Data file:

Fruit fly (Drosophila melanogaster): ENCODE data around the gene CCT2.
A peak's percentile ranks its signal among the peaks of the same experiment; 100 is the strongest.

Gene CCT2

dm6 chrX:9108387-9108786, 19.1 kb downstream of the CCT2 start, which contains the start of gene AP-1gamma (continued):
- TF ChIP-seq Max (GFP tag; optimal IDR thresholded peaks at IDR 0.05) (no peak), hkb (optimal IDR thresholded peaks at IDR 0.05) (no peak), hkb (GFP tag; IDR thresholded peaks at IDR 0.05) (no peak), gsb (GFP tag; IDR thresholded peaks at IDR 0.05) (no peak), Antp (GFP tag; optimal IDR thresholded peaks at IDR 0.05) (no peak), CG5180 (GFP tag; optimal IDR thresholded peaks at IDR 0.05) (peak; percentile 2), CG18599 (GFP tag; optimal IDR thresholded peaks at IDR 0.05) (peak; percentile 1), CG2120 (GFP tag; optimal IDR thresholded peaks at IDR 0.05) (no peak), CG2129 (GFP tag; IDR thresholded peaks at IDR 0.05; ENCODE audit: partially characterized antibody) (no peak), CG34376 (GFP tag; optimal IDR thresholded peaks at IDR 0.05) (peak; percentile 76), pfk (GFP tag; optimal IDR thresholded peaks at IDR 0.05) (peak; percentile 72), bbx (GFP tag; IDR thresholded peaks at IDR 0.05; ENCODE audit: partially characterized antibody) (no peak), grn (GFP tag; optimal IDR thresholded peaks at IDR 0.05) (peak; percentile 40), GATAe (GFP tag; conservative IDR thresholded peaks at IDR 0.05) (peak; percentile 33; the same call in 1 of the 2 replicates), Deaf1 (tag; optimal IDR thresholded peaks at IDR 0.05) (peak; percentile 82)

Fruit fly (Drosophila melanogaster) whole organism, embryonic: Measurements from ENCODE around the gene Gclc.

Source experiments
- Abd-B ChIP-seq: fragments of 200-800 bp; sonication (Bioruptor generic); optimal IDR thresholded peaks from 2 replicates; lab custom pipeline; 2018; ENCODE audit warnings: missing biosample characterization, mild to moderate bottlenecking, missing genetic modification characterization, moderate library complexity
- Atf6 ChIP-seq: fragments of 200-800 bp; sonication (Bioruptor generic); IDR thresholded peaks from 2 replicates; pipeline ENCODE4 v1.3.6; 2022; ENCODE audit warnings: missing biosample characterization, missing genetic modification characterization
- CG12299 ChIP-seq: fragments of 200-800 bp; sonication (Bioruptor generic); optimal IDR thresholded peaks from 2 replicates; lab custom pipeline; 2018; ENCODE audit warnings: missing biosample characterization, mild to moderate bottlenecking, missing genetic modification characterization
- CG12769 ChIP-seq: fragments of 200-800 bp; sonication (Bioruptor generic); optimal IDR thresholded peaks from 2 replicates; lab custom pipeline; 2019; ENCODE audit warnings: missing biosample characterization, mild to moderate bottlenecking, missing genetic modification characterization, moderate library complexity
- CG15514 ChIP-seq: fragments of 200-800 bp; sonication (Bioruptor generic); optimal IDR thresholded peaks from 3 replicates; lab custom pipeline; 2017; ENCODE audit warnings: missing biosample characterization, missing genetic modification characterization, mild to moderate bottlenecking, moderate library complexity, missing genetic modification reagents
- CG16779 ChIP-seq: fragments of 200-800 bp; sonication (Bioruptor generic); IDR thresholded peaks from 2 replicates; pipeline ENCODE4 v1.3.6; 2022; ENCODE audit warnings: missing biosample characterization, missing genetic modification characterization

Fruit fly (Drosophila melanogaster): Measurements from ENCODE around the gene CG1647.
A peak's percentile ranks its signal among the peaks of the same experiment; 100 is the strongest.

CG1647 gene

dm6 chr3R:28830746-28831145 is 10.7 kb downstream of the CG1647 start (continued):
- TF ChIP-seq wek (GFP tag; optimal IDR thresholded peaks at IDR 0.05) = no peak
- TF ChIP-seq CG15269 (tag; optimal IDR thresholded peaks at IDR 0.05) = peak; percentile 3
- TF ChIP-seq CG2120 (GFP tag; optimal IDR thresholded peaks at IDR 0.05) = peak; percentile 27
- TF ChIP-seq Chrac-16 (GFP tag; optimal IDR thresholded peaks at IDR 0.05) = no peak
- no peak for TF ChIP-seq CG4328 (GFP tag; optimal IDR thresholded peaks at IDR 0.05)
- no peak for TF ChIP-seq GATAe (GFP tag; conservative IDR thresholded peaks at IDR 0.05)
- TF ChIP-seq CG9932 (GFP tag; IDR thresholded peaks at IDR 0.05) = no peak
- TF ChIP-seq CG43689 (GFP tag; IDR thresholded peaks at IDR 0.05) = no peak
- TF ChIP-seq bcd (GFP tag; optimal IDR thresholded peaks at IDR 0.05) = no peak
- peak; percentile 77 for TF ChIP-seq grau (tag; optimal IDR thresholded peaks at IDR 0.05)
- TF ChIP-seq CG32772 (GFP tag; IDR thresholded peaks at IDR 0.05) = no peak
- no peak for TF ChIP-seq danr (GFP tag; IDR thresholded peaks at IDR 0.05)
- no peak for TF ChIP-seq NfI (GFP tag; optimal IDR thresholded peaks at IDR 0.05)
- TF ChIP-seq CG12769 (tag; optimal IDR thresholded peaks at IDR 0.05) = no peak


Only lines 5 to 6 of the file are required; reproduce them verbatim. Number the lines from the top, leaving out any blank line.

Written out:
- TF ChIP-seq Max (GFP tag; optimal IDR thresholded peaks at IDR 0.05) (no peak), hkb (optimal IDR thresholded peaks at IDR 0.05) (no peak), hkb (GFP tag; IDR thresholded peaks at IDR 0.05) (no peak), gsb (GFP tag; IDR thresholded peaks at IDR 0.05) (no peak), Antp (GFP tag; optimal IDR thresholded peaks at IDR 0.05) (no peak), CG5180 (GFP tag; optimal IDR thresholded peaks at IDR 0.05) (peak; percentile 2), CG18599 (GFP tag; optimal IDR thresholded peaks at IDR 0.05) (peak; percentile 1), CG2120 (GFP tag; optimal IDR thresholded peaks at IDR 0.05) (no peak), CG2129 (GFP tag; IDR thresholded peaks at IDR 0.05; ENCODE audit: partially characterized antibody) (no peak), CG34376 (GFP tag; optimal IDR thresholded peaks at IDR 0.05) (peak; percentile 76), pfk (GFP tag; optimal IDR thresholded peaks at IDR 0.05) (peak; percentile 72), bbx (GFP tag; IDR thresholded peaks at IDR 0.05; ENCODE audit: partially characterized antibody) (no peak), grn (GFP tag; optimal IDR thresholded peaks at IDR 0.05) (peak; percentile 40), GATAe (GFP tag; conservative IDR thresholded peaks at IDR 0.05) (peak; percentile 33; the same call in 1 of the 2 replicates), Deaf1 (tag; optimal IDR thresholded peaks at IDR 0.05) (peak; percentile 82)

Fruit fly (Drosophila melanogaster) whole organism, embryonic: Measurements from ENCODE around the gene Gclc.